The Jail Commission’s Report Cards

Lead Article

The Jail Commission’s Report Cards

by Kevin Garrett, November 6, 2018
Our county jails are supposed to be holding people in safe and healthy conditions, but that’s not the case. In my experience, I often felt as if guards were more concerned with how clean the pod was rather than if an inmate was seriously ill and needed help.
The main oversight of jails actually has little to do with health care, however. And there are only five inspectors from the Texas Commission on Jail Standards tasked with inspecting the 241 county jails spread over 268, 000 square miles. Violations cover a wide range, from a lack of hot water to no documentation of suicide prevention training for staff. 

Featured Articles

Pregnant Women in Texas County Jails Pregnant Women in Texas County Jails

Each month Texas county jails tally the number of pregnant inmates and report that to the Jail Commission. Some are only held there a few days, but others may be incarcerated for weeks and months and a number will deliver their babies in local hospitals while in custody.

Why is it important to differentiate between county jails & prisons?

You’re watching the news, and the reporter solemnly states, “William Larcenous will be spending the rest of his life in jail.” Or describes Mary Doe languishing in prison waiting for trial.

That’s not going to happen! Why?

 “Jails” and “prisons” are not the same thing. We use the terms interchangeably—and incorrectly. JAILS are run locally and most of the people held there are NOT yet convicted. The length of time people stay in jails varies from 1 day to many months. PRISONS confine people who are convicted and sentenced to a certain amount of time, usually at least a year.*

Using these terms accurately will improve public awareness of the large percentage of people still innocent—pretrial—in their local jails. It will also increase understanding of how the criminal justice system works. To ensure higher quality media coverage, reporters and commentators need to make the distinction plain. 

Chaplain Describes Jails’ Treatment of Families Chaplain Describes Jails’ Treatment of Families

Deacon Bob spoke truth to the Commissioners and staff at the quarterly meeting of the Jail Commission. One of his important points: “It appears that the sheriff and local staff have little concern for families of those incarcerated and the important role they play. These sheriffs seem to forget they are elected by those in their community, who may have a loved one in their jail. I hear it said many times by families that feel like they are being treated as though they have committed a crime, as well. I realize that public safety is top priority for the county jails, but families can and should be treated with respect. Each of us were created in God’s image and likeness.”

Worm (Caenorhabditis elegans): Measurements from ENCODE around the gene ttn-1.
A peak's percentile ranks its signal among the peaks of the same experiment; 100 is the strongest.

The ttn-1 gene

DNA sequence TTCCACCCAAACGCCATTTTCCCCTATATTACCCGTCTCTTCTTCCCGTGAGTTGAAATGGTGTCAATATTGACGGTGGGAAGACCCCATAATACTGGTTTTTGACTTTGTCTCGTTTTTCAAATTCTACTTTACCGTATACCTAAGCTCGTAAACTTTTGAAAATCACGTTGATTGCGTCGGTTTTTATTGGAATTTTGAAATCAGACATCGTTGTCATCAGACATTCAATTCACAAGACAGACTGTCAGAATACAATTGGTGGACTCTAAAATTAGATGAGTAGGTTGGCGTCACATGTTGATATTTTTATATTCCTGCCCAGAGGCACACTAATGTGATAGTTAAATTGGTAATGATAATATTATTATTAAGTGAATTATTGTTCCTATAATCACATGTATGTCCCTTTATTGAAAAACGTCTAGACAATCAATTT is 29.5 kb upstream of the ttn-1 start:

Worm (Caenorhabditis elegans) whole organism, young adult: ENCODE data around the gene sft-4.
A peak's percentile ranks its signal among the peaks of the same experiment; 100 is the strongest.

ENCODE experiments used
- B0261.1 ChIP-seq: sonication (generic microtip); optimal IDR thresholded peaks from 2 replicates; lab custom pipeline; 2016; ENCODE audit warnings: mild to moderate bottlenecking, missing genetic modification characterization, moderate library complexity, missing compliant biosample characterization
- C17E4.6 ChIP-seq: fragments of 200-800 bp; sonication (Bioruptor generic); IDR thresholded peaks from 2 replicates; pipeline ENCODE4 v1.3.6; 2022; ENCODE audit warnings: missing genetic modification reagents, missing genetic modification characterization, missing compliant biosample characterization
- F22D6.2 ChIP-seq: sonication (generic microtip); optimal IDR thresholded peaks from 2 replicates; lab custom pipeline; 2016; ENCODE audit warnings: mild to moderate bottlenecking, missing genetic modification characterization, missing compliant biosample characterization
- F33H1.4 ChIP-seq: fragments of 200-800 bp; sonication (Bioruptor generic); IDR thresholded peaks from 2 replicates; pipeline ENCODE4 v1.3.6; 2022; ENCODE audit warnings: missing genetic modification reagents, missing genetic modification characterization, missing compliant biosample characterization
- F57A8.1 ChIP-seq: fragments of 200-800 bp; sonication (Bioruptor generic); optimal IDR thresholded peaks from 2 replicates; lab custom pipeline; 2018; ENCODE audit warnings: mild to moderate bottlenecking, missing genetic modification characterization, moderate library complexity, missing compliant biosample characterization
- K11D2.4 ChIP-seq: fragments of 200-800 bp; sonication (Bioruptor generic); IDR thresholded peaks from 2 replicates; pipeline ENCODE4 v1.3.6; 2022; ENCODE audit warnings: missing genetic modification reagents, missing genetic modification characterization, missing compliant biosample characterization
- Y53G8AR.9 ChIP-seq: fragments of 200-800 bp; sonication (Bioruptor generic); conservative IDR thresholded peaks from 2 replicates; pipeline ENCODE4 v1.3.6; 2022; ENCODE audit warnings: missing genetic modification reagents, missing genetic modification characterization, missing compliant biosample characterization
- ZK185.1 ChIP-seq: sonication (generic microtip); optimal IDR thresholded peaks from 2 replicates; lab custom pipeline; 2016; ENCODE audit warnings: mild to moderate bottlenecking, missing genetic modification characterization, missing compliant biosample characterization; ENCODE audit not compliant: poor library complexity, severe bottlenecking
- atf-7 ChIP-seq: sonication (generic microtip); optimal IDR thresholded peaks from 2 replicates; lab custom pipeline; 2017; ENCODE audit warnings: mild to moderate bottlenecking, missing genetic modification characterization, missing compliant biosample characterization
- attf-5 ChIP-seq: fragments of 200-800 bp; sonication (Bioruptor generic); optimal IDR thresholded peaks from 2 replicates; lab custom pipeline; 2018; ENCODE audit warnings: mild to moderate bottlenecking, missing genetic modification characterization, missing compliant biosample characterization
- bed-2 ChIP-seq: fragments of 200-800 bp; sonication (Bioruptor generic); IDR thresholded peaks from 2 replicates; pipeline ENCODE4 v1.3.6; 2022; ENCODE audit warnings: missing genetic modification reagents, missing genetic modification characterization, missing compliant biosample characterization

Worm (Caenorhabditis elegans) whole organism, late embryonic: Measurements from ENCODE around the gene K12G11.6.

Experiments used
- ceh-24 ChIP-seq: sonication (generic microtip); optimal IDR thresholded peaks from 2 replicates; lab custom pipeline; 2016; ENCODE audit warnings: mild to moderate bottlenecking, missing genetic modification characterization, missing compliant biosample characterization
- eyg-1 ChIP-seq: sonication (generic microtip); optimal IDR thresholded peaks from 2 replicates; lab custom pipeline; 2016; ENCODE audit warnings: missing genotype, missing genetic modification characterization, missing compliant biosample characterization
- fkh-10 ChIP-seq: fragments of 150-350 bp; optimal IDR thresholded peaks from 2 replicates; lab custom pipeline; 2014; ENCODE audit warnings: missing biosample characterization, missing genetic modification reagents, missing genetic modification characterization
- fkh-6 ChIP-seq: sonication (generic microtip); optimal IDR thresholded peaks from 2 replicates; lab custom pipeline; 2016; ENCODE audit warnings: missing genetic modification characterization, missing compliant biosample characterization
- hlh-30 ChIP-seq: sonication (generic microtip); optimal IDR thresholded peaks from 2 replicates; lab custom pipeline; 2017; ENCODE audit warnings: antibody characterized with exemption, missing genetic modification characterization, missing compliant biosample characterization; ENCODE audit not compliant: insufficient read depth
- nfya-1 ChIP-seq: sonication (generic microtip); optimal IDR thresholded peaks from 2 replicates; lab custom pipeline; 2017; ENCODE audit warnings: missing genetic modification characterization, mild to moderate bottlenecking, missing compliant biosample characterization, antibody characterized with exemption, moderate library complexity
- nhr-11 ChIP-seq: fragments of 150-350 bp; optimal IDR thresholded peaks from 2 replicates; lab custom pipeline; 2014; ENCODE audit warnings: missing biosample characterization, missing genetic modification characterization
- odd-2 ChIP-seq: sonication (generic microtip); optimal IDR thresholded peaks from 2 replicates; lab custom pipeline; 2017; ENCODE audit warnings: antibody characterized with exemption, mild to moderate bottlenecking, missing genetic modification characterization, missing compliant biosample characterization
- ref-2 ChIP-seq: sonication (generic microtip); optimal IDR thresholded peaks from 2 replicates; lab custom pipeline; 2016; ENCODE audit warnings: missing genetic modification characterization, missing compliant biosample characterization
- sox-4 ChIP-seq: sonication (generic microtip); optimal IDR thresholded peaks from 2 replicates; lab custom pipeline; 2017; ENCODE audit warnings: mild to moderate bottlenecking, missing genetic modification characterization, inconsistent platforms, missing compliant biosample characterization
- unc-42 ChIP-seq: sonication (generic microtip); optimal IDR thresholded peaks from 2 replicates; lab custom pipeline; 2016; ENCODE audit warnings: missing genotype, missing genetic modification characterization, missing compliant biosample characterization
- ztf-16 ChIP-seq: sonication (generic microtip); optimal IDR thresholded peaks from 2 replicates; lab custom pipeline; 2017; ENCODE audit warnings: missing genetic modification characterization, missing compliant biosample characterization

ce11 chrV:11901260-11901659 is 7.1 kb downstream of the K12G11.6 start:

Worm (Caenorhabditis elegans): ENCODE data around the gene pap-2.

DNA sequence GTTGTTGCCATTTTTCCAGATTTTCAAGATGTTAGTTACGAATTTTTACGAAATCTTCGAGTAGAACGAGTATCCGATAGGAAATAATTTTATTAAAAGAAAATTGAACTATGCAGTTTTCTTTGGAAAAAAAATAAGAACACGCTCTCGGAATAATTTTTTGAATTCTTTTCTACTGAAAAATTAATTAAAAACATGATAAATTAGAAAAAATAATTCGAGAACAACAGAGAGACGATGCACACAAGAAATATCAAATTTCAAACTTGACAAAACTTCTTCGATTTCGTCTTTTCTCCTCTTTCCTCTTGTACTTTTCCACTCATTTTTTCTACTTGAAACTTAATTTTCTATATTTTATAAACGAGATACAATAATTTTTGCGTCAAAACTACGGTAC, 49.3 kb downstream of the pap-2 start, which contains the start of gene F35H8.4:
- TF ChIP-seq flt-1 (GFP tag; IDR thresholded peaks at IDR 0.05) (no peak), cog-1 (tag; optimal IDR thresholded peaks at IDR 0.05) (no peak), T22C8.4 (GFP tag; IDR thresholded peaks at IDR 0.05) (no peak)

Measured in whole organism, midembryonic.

Habeas Corpus

If your loved one was found incompetent to stand trial … If your loved one was found incompetent to stand trial …

There is a legal filing to make sure a person found incompetent is hospitalized or removed from the jail. If your loved one has been found incompetent to stand trial due to mental disability but has continued to be held in jail without treatment, the person’s lawyer can file a Writ of Habeas Corpus with the court that requires the county to provide him/her with appropriate medical care—in other words, send them to a hospital. Once the court grants the Writ, the Sheriff must comply. Go to next page for the Writ, which you can download.

Pretrial Detention

Voices of Pretrial Detention in Texas Voices of Pretrial Detention in Texas

“Sharing my story might not make it more safe for myself, but I would like to make it safe for someone else.” says John Brown, who was jailed at Dallas County Jail for two and a half years while awaiting trial. His and other stories reveal what happens to unconvicted people held in jails, mostly because they cannot afford the bail—a practice outlawed in many developed nations.
Last year, Texas Jail Project launched a website, “Jailhouse Stories: Voices from Pretrial Detention in Texas.” Collected over a two-year period, these powerful stories document a pattern of mistreatment and poor conditions experienced by those incarcerated in county jails while pretrial—innocent in the eyes of the law and awaiting their day in court.

Families Speak Out

“Without you guys, I’d have been totally lost!” “Without you guys, I’d have been totally lost!”

March 2018: “When my relative was in the county jail (Central Texas), without you guys I’d have been totally lost! Diana wrote me many emails and she even called the jail administrator to find out why I wasn’t being allowed to visit my loved one who was very sick while in that jail for months. Also Texas Jail Project has an awesome board member named Maria Anna Esparza who talked to me about her experiences with a loved one held for years in a county jail and with mental hospitals—sometimes we still talk and keep up with each other. Diana spent several weeks helping me convince my attorney to file a writ of habeas corpus to get my son out of that jail. In about a week, that got my loved one transferred to a hospital.”